Four seasons worthy of “Beneficial Binging”; “Line of Duty” is a BBC television series that has seared the imaginations of all who have ventured into its corridors of crime, circling around “bent” coppers and their manipulation of police procedures; beyond thrilling, writer Jed Mercurio, weaves a network of nefarious deeds with immaculate intelligence and scrupulous attention to detail, confounding those “wankers” fancying themselves armchair Sherlocks’. The cast varies but the staples, “Superintendent Ted Hastings” (remarkable Adrian Dunbar), “DS Steve Arnott” (superb Martin Compston) and “DI Kate Fleming” (Vicky McClure, poster girl for the MeTooers); it is exciting meeting actors, profoundly proficient, foreign to our viewer landscape.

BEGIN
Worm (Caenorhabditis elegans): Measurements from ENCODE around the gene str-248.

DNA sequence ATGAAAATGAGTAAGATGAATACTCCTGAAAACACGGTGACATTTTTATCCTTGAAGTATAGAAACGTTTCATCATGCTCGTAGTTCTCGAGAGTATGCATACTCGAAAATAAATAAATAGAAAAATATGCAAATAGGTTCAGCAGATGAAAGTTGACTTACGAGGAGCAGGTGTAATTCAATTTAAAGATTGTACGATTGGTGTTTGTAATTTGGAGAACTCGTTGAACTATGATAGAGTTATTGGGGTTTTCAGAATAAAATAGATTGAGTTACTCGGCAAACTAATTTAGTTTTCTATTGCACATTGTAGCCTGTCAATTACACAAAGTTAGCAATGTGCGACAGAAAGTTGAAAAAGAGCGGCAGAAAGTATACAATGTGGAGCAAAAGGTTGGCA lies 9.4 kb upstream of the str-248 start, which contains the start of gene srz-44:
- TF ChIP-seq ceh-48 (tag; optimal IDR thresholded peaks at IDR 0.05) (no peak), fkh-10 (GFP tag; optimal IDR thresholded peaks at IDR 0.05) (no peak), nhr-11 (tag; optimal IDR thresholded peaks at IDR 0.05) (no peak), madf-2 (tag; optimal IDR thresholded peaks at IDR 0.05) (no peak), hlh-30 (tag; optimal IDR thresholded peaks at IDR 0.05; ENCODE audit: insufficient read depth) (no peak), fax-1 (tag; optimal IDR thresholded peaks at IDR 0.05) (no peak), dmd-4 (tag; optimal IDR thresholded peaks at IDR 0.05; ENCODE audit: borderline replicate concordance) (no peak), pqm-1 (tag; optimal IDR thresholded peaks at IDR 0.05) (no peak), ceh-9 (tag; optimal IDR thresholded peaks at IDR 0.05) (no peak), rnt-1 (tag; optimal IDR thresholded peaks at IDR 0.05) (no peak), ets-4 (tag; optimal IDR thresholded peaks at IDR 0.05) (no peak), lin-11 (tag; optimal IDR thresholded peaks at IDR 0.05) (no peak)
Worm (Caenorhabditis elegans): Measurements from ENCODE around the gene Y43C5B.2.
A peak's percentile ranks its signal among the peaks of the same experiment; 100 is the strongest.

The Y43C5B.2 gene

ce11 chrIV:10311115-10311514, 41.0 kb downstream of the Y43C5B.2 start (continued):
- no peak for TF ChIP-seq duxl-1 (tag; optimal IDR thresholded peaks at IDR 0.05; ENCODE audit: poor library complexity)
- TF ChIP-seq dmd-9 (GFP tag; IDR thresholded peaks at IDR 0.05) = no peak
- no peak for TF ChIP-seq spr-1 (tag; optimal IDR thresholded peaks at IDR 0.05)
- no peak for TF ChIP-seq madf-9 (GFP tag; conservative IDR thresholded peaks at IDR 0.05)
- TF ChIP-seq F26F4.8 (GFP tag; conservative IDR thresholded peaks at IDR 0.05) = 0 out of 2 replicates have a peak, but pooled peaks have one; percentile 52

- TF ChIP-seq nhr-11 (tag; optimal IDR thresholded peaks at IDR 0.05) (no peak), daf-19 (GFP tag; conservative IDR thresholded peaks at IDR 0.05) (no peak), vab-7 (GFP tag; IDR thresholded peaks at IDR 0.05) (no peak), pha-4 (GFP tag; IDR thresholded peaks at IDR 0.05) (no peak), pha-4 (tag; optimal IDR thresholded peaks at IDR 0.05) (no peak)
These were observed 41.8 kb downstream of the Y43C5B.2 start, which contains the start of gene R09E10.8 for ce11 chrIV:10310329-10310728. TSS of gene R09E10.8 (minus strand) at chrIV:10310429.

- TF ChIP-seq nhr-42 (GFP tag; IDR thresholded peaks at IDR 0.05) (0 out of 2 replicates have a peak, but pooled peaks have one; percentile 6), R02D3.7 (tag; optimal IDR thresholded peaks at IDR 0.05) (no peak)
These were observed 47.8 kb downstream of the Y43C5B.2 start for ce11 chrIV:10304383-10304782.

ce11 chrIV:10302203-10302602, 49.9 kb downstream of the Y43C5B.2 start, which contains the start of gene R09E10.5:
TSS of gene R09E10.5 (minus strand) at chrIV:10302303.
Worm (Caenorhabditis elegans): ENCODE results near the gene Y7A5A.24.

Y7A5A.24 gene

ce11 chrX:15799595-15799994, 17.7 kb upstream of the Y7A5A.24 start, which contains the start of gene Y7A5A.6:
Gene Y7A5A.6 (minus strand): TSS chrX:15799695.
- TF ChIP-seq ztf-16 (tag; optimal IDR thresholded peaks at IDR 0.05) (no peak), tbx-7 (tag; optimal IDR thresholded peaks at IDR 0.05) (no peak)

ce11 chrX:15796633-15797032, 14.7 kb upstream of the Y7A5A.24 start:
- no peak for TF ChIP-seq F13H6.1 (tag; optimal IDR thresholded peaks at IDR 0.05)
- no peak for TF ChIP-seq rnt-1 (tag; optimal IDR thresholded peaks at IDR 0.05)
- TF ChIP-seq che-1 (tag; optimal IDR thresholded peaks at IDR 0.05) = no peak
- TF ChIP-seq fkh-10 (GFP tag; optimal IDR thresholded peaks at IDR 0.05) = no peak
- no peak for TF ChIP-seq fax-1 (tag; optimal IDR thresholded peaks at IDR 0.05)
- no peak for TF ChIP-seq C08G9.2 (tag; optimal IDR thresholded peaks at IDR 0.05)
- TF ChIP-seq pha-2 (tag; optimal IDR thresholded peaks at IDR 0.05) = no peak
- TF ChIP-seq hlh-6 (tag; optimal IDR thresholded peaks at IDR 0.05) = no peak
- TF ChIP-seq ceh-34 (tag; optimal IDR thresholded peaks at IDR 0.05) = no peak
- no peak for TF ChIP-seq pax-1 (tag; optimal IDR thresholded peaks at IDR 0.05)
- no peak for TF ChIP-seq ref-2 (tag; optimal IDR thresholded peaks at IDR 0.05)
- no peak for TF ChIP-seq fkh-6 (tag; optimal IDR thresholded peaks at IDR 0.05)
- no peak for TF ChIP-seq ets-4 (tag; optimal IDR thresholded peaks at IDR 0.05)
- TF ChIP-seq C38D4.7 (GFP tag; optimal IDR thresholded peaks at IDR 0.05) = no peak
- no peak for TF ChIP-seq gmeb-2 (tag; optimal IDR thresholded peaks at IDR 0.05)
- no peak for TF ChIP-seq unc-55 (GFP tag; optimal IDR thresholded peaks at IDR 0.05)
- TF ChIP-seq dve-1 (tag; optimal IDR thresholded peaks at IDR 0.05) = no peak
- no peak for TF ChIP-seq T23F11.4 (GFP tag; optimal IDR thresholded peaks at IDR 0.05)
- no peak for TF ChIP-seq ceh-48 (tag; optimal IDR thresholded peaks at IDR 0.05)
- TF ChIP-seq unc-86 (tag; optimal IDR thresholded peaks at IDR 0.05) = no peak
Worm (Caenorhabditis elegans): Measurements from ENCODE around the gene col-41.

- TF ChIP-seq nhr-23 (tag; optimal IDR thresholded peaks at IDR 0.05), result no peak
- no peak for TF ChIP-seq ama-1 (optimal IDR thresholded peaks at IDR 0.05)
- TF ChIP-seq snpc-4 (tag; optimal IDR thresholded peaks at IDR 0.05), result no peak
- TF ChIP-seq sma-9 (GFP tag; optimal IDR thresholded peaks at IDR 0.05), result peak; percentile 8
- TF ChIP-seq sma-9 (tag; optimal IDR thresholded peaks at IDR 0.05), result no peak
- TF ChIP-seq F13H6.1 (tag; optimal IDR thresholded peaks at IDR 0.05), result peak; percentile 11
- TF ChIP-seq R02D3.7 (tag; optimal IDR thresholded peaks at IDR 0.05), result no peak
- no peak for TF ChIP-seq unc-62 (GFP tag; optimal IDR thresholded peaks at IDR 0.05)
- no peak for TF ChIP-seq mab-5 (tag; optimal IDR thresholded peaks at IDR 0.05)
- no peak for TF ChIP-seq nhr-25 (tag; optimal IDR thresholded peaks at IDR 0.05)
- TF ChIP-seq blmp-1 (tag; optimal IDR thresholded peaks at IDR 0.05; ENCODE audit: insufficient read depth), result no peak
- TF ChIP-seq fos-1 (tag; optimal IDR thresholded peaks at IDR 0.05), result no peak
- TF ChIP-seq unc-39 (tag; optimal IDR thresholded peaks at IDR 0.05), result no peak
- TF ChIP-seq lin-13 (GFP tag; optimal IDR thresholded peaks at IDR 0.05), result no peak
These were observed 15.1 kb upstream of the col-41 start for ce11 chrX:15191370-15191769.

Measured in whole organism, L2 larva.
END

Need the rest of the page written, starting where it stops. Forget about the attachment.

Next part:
Brutality thrives but not as bludgeoning as American audiences are familiar with. Astonishing, is the civility of the interrogation process; regardless of intensity, the questioning by investigators is conducted with respect; fraught with “sir’s”, “mam’s” “thank you”s”; the suspect, without a lawyer, may not be questioned; the emotional unraveling of the culprit is riveting, demanding concentrated skill from the protagonists.
“Line of Duty” with stunning introspection, dissects, both exemplary and untoward, allowing viewers to empathize or shun, intricate characters, created to baffle, loathe, admire but above all, remember.